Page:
Sophie decided to bake a cake one day. She just stirred all the ingredients together a little and poured the batter in a cake pan and put it in to bake. By this time we had a pale green and cream-colored wood kitchen stove (Montgomery Ward). The catch on the oven had broken soon after we got it, so whenever something was baking in the oven, it had to be propped shut with a stick. In due time the cake was baked, it was all lumpy and looked awful, which I made sure to tell her. But Frank cut a piece and praised her, giving me a dirty look because I had made fun of her.

Helen apparently was scared of the dark, of course we had no indoor bathroom. So at nite we had to take the kerosene lantern and make a trip to the outhouse. Helen always picked on me to go with her. I bet the others just plain refused to go. I don’t remember. But I got talked into it and I sure hated it. Besides in winter it was cold standing and waiting. Not one of my most pleasant memories growing up!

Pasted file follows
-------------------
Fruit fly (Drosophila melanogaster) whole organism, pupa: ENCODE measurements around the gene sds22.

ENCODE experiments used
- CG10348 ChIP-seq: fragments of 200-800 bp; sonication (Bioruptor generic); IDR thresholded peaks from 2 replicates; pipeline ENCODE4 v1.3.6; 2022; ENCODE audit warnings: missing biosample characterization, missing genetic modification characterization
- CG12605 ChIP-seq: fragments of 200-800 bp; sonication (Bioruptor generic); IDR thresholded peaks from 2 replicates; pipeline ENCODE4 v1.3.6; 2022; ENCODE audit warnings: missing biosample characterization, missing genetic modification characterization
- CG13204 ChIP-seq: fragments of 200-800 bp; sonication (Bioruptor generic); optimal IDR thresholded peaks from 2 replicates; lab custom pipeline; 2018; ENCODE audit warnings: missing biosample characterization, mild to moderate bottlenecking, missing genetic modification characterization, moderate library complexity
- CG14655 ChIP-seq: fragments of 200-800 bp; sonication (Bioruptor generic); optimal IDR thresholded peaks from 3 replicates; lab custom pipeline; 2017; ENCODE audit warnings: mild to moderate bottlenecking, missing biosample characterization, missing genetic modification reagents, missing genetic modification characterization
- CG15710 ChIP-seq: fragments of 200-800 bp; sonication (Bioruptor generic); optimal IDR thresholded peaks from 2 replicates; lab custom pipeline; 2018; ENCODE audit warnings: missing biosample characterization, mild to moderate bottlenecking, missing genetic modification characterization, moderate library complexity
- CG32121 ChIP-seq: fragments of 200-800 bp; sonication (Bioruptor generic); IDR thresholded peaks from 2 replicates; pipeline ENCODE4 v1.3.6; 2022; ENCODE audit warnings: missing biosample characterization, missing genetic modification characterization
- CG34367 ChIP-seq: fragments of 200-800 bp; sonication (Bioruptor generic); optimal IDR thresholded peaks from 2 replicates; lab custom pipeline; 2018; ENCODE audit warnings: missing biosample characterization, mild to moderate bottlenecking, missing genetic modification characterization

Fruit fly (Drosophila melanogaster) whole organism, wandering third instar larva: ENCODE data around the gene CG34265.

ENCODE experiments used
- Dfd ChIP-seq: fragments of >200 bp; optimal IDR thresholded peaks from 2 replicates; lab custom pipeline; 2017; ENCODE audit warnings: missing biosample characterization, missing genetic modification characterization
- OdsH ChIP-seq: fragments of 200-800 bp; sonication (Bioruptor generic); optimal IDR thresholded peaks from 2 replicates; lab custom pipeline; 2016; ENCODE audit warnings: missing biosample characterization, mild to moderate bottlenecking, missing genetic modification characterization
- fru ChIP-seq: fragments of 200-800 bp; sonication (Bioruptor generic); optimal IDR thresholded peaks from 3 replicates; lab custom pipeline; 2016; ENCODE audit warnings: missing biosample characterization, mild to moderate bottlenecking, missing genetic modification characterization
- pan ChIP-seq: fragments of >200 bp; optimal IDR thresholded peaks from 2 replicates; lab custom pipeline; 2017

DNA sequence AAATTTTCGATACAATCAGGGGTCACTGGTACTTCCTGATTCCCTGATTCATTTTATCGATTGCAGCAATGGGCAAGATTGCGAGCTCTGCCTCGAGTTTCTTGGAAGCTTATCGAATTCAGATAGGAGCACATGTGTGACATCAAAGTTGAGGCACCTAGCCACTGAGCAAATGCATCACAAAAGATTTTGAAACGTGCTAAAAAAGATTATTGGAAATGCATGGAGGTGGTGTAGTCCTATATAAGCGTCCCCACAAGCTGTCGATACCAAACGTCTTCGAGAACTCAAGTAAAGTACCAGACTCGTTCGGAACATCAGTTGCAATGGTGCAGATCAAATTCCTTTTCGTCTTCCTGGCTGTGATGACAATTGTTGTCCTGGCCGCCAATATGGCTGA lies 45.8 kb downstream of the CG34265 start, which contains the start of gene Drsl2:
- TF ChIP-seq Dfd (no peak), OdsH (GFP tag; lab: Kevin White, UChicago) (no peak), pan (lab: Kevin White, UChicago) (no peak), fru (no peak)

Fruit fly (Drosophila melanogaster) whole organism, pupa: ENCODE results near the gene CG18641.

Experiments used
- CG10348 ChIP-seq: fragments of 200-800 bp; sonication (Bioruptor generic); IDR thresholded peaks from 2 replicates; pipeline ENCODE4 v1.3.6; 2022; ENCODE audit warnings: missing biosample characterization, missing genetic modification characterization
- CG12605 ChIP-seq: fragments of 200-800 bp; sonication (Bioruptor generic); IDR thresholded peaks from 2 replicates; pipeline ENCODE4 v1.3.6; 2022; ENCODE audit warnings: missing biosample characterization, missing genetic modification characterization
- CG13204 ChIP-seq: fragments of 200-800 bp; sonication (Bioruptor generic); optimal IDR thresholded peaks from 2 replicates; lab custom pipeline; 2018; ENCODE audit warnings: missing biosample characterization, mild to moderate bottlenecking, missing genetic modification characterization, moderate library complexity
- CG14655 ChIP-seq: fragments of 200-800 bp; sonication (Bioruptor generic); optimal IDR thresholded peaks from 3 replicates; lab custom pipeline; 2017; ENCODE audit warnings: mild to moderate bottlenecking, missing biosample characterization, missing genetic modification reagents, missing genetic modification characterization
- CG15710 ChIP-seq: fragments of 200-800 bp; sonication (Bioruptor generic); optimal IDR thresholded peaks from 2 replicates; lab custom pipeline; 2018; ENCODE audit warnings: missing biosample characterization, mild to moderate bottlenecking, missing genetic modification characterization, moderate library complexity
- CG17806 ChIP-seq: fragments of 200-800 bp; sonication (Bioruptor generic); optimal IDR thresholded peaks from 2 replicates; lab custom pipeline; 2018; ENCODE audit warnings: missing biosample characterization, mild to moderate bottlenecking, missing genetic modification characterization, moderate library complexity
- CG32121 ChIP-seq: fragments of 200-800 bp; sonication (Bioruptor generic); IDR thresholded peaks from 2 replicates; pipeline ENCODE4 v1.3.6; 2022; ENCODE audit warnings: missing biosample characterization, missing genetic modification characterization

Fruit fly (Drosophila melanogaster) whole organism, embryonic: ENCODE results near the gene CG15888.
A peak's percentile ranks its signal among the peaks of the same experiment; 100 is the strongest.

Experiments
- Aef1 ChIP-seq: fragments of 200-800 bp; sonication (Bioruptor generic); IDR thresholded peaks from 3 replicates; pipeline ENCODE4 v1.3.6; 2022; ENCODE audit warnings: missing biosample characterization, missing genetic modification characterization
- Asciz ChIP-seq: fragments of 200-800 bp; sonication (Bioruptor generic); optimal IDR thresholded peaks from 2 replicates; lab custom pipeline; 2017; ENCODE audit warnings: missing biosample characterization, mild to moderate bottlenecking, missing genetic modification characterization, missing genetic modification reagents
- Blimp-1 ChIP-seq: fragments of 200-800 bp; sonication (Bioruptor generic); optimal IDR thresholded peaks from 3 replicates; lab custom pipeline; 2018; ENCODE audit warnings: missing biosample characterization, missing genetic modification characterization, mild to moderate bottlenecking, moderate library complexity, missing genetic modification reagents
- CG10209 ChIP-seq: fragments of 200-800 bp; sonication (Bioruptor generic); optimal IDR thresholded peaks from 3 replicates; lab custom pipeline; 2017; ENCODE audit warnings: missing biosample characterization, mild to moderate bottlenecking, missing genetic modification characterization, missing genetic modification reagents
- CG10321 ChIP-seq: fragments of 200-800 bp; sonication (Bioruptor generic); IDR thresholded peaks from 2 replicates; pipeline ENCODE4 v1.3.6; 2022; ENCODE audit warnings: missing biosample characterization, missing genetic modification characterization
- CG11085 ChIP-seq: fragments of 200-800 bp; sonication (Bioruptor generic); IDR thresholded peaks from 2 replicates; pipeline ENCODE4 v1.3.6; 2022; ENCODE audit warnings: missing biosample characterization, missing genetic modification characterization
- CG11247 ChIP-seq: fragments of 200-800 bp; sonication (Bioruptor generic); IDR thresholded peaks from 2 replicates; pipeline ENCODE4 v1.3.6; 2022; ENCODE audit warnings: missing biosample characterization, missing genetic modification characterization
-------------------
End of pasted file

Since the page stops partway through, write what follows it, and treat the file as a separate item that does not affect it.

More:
Emil was always into something he wasn’t supposed to be doing. Frank had a wristwatch (probably his first one), it had a black leather strap and he’d hang it on a hook in the upstairs hallway outside of his bedroom door. Emil got hold of it and of course took it all apart. Was Frank mad; he tried to swat his behind but we all stood up for Emil, he was the baby of the family and they all spoiled him. He and cousin Johnny Popovich decided to make a fire in a wheelbarrow on the driveway of the barn. They were caught just in time; the barn could’ve caught fire. Those two bore watching.